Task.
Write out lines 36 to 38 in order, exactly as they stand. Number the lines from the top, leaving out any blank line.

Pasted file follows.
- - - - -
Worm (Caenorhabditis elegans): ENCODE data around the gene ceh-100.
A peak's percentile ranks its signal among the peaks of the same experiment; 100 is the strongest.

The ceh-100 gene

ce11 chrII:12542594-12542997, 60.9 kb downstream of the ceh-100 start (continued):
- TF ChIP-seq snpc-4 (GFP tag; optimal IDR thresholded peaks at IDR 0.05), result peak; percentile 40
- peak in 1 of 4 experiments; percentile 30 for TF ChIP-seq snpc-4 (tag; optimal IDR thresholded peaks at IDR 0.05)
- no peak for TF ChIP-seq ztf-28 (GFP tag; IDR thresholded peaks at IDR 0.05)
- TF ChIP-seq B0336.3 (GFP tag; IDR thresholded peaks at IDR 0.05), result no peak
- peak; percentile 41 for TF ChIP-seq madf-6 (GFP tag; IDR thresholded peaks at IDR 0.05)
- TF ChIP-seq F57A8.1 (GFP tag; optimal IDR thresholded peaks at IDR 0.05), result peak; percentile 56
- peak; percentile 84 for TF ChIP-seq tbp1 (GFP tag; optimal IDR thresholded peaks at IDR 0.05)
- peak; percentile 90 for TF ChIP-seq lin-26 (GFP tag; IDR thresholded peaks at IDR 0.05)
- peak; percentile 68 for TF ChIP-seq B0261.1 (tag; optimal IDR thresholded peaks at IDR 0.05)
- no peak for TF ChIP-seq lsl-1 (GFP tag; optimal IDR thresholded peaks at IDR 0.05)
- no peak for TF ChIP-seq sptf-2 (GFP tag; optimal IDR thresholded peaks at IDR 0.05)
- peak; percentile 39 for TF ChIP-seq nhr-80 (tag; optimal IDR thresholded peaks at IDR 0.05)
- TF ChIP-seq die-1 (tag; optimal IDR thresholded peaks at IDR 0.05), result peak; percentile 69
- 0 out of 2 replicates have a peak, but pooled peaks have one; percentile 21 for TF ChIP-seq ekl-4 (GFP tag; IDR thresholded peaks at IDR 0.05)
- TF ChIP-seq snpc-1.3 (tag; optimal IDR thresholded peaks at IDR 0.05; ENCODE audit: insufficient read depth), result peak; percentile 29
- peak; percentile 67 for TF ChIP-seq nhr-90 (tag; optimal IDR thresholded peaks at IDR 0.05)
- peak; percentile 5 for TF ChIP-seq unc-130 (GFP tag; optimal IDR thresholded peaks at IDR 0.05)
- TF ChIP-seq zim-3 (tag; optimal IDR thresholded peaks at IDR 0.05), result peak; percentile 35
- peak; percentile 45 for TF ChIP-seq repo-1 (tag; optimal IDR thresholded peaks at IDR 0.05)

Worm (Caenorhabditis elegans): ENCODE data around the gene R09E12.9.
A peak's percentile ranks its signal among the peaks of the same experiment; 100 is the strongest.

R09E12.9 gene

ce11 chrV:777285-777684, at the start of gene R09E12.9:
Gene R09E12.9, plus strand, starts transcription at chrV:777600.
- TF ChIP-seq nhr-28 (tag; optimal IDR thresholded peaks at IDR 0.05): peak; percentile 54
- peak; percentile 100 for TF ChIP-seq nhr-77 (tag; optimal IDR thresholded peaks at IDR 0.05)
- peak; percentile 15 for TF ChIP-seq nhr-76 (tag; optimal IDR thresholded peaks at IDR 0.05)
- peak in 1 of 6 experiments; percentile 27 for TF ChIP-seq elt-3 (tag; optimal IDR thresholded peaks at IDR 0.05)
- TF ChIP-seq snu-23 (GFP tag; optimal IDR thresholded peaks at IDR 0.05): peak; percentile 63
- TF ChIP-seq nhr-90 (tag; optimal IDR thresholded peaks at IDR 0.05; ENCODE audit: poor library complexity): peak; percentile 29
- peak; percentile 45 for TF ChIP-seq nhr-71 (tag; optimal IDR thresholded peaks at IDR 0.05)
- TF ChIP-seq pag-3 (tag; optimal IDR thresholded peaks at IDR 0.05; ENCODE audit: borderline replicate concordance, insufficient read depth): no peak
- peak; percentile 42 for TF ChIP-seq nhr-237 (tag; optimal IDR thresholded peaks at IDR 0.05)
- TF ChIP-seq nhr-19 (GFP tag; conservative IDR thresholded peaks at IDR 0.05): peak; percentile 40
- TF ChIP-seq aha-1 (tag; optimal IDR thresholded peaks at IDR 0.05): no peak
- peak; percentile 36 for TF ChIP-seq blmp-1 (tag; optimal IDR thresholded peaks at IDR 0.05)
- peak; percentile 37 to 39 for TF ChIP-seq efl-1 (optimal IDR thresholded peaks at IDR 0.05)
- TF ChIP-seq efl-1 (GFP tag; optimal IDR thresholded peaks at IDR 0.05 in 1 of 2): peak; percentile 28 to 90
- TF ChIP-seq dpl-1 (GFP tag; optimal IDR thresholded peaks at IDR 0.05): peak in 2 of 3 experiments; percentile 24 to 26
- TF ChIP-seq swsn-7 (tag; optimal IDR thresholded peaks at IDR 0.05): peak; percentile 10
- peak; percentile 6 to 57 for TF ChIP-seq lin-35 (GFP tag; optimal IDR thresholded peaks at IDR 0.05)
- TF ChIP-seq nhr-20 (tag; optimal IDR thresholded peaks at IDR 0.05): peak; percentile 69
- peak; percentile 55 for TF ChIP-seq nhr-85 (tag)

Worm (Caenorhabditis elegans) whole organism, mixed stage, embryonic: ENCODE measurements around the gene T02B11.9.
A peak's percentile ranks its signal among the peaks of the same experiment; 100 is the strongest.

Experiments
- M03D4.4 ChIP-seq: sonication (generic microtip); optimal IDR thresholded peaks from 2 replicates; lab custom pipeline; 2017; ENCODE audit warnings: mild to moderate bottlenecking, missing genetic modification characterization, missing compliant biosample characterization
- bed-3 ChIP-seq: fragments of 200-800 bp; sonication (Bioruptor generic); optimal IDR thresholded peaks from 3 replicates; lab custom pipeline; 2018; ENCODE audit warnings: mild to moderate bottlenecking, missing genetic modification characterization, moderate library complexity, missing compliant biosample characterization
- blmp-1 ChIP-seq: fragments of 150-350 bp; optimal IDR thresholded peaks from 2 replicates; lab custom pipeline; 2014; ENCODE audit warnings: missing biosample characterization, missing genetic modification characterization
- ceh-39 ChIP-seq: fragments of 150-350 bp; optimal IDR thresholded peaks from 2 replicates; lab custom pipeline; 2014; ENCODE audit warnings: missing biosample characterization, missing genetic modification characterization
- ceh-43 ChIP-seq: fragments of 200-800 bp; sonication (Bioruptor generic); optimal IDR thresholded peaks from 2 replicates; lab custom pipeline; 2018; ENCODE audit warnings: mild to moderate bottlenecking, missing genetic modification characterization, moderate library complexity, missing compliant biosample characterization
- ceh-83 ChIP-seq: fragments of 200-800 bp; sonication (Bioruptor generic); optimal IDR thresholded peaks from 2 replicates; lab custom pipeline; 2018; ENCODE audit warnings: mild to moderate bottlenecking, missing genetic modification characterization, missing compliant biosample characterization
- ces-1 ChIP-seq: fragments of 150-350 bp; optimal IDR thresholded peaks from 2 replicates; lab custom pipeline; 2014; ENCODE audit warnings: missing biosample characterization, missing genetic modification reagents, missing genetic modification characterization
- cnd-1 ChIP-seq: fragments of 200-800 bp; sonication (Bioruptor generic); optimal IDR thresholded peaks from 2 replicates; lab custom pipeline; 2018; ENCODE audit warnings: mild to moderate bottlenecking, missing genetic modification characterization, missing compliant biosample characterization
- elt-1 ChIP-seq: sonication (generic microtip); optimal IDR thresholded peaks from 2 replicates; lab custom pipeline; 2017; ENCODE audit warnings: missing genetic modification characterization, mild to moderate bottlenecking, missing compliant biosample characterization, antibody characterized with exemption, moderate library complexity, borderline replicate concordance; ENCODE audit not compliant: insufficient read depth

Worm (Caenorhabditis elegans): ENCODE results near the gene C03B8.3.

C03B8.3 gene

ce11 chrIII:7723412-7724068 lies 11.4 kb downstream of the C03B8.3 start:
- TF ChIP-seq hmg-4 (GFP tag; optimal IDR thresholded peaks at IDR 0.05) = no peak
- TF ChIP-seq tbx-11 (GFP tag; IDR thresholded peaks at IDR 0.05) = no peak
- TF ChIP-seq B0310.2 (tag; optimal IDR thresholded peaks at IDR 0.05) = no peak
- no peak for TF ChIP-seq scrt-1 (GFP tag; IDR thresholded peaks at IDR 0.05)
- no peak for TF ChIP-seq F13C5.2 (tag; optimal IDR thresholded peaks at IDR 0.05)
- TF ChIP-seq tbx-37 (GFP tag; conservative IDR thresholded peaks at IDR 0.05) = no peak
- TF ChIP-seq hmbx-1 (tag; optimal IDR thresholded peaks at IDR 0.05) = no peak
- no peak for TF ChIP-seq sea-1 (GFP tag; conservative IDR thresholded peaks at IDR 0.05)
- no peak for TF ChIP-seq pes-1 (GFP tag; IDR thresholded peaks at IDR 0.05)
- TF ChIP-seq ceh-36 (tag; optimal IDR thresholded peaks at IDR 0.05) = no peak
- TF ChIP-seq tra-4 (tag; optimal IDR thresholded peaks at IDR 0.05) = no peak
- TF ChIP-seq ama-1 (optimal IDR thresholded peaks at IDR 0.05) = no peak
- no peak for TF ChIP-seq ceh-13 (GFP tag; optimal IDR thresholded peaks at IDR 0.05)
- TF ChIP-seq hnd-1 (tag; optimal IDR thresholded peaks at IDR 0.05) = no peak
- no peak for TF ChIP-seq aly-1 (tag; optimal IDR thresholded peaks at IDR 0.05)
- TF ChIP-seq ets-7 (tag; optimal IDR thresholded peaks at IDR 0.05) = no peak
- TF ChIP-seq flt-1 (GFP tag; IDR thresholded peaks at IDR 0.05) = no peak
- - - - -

- TF ChIP-seq pag-3 (tag; optimal IDR thresholded peaks at IDR 0.05; ENCODE audit: borderline replicate concordance, insufficient read depth): no peak
- peak; percentile 42 for TF ChIP-seq nhr-237 (tag; optimal IDR thresholded peaks at IDR 0.05)
- TF ChIP-seq nhr-19 (GFP tag; conservative IDR thresholded peaks at IDR 0.05): peak; percentile 40